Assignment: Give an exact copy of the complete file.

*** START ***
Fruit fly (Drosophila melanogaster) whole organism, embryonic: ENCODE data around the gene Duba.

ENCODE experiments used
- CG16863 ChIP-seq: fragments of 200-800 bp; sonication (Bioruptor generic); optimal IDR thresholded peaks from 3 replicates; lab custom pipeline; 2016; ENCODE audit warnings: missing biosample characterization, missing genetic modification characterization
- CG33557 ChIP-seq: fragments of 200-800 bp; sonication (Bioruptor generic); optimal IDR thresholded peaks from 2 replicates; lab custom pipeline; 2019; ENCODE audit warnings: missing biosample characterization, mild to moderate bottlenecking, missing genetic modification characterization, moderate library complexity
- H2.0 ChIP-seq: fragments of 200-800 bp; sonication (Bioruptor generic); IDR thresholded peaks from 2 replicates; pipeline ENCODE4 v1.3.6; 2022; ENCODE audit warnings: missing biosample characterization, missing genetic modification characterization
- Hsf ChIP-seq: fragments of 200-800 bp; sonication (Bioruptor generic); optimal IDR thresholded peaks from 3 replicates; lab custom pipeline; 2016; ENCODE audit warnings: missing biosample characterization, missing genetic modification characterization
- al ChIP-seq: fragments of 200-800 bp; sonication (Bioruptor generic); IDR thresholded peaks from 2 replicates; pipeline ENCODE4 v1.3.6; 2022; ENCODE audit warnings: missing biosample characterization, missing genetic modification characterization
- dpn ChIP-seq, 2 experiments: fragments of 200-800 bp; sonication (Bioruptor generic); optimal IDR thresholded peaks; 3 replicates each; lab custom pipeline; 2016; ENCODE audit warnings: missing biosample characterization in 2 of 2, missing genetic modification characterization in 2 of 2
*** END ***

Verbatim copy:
Fruit fly (Drosophila melanogaster) whole organism, embryonic: ENCODE data around the gene Duba.

ENCODE experiments used
- CG16863 ChIP-seq: fragments of 200-800 bp; sonication (Bioruptor generic); optimal IDR thresholded peaks from 3 replicates; lab custom pipeline; 2016; ENCODE audit warnings: missing biosample characterization, missing genetic modification characterization
- CG33557 ChIP-seq: fragments of 200-800 bp; sonication (Bioruptor generic); optimal IDR thresholded peaks from 2 replicates; lab custom pipeline; 2019; ENCODE audit warnings: missing biosample characterization, mild to moderate bottlenecking, missing genetic modification characterization, moderate library complexity
- H2.0 ChIP-seq: fragments of 200-800 bp; sonication (Bioruptor generic); IDR thresholded peaks from 2 replicates; pipeline ENCODE4 v1.3.6; 2022; ENCODE audit warnings: missing biosample characterization, missing genetic modification characterization
- Hsf ChIP-seq: fragments of 200-800 bp; sonication (Bioruptor generic); optimal IDR thresholded peaks from 3 replicates; lab custom pipeline; 2016; ENCODE audit warnings: missing biosample characterization, missing genetic modification characterization
- al ChIP-seq: fragments of 200-800 bp; sonication (Bioruptor generic); IDR thresholded peaks from 2 replicates; pipeline ENCODE4 v1.3.6; 2022; ENCODE audit warnings: missing biosample characterization, missing genetic modification characterization
- dpn ChIP-seq, 2 experiments: fragments of 200-800 bp; sonication (Bioruptor generic); optimal IDR thresholded peaks; 3 replicates each; lab custom pipeline; 2016; ENCODE audit warnings: missing biosample characterization in 2 of 2, missing genetic modification characterization in 2 of 2